Kata: Generating bingo cards with clojure.spec, clojure/test.check, RDD and TDD
Published by Manuel Rivero on 12/03/2018
Clojure Developers Barcelona has been running for several years now. Since we’re not many yet, we usually do mob programming sessions as part of what we call “sagas”. For each saga, we choose an exercise or kata and solve it during the first one or two sessions. After that, we start imagining variations on the exercise using different Clojure/ClojureScript libraries or technologies we feel like exploring and develop those variations in following sessions. Once we feel we can’t imagine more interesting variations or we get tired of a given problem, we choose a different problem to start a new saga. You should try doing sagas, they are a lot of fun!
Recently we’ve been working on the Bingo Kata.
The initial implementation
These were the tests we wrote to check the randomly generated bingo cards:
and the code we initially wrote to generate them was something like (we didn’t save the original one): As you can see the tests are not concerned with which specific numeric values are included on each column of the bingo card. They are just checking that they follow the specification of a bingo card. This makes them very suitable for property-based testing.
In the following session of the Bingo saga, I suggested creating the bingo cards using clojure.spec.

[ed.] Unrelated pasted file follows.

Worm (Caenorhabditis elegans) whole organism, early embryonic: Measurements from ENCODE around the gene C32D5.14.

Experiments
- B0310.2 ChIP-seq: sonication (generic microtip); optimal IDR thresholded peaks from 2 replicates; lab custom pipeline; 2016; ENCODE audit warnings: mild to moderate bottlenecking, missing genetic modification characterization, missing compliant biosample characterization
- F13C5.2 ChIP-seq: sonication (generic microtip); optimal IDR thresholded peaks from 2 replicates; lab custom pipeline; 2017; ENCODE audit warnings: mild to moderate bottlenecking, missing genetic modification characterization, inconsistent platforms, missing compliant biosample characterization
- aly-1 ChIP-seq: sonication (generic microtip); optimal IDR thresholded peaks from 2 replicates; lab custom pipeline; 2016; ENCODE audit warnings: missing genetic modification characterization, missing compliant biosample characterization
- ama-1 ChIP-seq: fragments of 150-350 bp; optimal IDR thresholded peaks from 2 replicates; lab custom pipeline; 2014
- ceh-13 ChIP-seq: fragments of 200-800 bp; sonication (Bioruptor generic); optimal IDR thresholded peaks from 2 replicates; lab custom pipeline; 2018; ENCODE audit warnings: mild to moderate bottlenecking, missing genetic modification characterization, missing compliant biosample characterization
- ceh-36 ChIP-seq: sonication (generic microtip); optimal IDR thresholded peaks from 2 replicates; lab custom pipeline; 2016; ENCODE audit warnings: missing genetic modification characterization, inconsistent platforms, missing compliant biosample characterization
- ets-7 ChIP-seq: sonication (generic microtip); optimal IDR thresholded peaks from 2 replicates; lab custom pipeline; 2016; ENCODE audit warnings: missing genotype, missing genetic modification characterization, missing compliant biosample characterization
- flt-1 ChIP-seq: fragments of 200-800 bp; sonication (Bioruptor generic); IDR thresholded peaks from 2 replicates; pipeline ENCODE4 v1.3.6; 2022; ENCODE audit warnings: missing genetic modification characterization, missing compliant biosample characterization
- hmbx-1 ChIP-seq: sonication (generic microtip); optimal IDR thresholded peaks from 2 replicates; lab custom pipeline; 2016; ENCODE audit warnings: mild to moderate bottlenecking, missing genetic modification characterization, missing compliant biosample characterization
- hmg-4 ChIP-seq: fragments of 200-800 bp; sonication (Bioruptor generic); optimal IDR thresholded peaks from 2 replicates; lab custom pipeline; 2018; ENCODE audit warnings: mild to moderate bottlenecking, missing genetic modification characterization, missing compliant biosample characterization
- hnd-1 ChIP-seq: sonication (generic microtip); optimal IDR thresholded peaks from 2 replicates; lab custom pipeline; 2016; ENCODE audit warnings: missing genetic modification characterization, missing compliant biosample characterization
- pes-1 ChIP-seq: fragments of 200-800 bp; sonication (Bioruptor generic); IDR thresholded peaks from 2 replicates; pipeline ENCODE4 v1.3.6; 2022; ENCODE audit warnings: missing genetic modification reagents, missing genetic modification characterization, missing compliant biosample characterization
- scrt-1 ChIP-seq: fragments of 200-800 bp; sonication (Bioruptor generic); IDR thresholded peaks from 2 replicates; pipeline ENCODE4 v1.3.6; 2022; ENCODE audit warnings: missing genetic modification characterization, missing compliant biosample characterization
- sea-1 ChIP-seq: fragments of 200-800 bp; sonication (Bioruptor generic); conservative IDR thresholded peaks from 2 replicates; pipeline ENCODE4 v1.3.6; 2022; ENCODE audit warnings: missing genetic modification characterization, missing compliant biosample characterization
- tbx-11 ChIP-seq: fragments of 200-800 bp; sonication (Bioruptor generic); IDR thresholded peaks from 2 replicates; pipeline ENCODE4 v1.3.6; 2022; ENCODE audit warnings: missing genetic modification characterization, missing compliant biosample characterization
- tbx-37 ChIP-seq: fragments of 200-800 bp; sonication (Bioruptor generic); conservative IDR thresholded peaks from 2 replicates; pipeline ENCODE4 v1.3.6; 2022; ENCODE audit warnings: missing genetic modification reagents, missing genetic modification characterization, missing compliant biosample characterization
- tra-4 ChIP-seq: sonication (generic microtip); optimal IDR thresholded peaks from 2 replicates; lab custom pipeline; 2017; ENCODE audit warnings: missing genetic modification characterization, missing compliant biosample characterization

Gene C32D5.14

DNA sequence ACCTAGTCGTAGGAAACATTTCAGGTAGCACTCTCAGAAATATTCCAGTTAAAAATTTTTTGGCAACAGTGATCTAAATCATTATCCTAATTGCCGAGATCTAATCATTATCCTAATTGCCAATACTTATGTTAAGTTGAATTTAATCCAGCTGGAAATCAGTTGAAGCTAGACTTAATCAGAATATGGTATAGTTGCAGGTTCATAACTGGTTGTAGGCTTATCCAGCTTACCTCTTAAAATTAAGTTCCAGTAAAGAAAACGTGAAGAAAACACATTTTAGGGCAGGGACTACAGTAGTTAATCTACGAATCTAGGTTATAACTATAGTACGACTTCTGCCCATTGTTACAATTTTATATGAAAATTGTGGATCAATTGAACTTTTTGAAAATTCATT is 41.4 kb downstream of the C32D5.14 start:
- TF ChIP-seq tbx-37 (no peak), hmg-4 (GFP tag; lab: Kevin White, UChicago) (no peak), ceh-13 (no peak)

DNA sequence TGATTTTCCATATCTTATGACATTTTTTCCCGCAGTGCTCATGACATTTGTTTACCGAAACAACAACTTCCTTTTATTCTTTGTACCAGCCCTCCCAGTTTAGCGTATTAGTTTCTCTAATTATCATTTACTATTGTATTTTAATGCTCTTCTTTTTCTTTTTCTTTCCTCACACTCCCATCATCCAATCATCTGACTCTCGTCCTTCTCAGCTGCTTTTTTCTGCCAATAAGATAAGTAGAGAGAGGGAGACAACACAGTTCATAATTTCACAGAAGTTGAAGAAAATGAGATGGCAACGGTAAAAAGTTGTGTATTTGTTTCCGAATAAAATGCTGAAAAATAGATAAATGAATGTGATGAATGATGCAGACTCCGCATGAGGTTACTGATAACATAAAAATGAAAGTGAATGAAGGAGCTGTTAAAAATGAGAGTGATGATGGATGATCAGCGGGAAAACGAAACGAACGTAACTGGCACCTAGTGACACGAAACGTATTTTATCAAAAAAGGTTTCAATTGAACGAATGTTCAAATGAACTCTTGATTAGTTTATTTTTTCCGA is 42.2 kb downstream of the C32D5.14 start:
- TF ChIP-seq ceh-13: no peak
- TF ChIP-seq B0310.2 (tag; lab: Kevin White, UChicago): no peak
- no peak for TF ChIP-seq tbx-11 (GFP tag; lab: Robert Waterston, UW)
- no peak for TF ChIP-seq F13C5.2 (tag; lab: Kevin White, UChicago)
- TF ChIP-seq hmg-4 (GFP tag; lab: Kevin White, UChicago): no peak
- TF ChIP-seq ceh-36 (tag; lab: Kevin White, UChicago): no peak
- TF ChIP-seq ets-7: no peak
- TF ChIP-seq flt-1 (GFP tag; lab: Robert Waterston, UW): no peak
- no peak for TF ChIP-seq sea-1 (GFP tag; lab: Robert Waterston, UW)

spec is a Clojure library to describe the structure of data and functions. Specs can be used to validate data, conform (destructure) data, explain invalid data, generate examples that conform to the specs, and automatically use generative testing to test functions.
For a brief introduction to this wonderful library see Arne Brasseur’s Introduction to clojure.spec talk.
I’d used clojure.spec at work before. At my current client Green Power Monitor, we’ve been using it for a while to validate the shape (and in some cases types) of data flowing through some important public functions of some key name spaces. We started using pre and post-conditions for that validation (see Fogus’ Clojure’s :pre and :post to know more), and from there, it felt as a natural step to start using clojure.spec to write some of them.
Another common use of clojure.spec specs is to generate random data conforming to the spec to be used for property-based testing.
In the Bingo kata case, I thought that we might use this ability of randomly generating data conforming to the spec in production code. This meant that instead of writing code to randomly generating bingo cards and then testing that the results were as expected, we might describe the bingo cards using clojure.spec and then took advantage of that specification to randomly generate bingo cards using clojure.test.check’s generate function.
So with this idea in our heads, we started creating a spec for bingo columns on the REPL bit by bit (for the sake of brevity what you can see here is the final form of the spec):
then we discovered clojure.spec’s coll-of function which allowed us to simplify the spec a bit:
Generating bingo cards
Once we thought we had it, we tried to use the column spec to generate columns with clojure.test.check’s generate function, but we got the following error:
ExceptionInfo Couldn’t satisfy such-that predicate after 100 tries.
Of course we were trying to find a needle in a haystack…